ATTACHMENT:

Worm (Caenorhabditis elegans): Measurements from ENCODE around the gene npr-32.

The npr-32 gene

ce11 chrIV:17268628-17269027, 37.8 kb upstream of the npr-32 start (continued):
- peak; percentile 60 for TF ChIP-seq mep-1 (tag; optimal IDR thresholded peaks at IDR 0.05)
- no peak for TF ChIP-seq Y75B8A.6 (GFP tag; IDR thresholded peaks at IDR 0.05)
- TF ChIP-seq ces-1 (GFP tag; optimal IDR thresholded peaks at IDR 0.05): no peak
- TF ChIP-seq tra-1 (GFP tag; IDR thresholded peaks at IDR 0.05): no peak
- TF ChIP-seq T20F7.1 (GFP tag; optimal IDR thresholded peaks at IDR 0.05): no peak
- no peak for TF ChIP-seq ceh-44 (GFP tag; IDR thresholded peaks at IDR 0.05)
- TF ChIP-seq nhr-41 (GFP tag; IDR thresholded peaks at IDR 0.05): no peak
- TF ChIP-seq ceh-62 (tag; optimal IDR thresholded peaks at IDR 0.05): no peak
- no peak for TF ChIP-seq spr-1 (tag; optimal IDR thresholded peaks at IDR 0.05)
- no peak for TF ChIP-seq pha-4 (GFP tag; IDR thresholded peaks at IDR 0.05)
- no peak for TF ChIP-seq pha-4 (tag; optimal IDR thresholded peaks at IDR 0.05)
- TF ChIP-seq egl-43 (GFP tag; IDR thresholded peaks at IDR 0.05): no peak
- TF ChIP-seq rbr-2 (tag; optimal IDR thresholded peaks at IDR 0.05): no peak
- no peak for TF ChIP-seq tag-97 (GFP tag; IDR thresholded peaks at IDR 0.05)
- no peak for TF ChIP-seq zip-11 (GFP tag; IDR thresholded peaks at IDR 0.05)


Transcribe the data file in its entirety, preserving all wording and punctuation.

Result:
Worm (Caenorhabditis elegans): Measurements from ENCODE around the gene npr-32.

The npr-32 gene

ce11 chrIV:17268628-17269027, 37.8 kb upstream of the npr-32 start (continued):
- peak; percentile 60 for TF ChIP-seq mep-1 (tag; optimal IDR thresholded peaks at IDR 0.05)
- no peak for TF ChIP-seq Y75B8A.6 (GFP tag; IDR thresholded peaks at IDR 0.05)
- TF ChIP-seq ces-1 (GFP tag; optimal IDR thresholded peaks at IDR 0.05): no peak
- TF ChIP-seq tra-1 (GFP tag; IDR thresholded peaks at IDR 0.05): no peak
- TF ChIP-seq T20F7.1 (GFP tag; optimal IDR thresholded peaks at IDR 0.05): no peak
- no peak for TF ChIP-seq ceh-44 (GFP tag; IDR thresholded peaks at IDR 0.05)
- TF ChIP-seq nhr-41 (GFP tag; IDR thresholded peaks at IDR 0.05): no peak
- TF ChIP-seq ceh-62 (tag; optimal IDR thresholded peaks at IDR 0.05): no peak
- no peak for TF ChIP-seq spr-1 (tag; optimal IDR thresholded peaks at IDR 0.05)
- no peak for TF ChIP-seq pha-4 (GFP tag; IDR thresholded peaks at IDR 0.05)
- no peak for TF ChIP-seq pha-4 (tag; optimal IDR thresholded peaks at IDR 0.05)
- TF ChIP-seq egl-43 (GFP tag; IDR thresholded peaks at IDR 0.05): no peak
- TF ChIP-seq rbr-2 (tag; optimal IDR thresholded peaks at IDR 0.05): no peak
- no peak for TF ChIP-seq tag-97 (GFP tag; IDR thresholded peaks at IDR 0.05)
- no peak for TF ChIP-seq zip-11 (GFP tag; IDR thresholded peaks at IDR 0.05)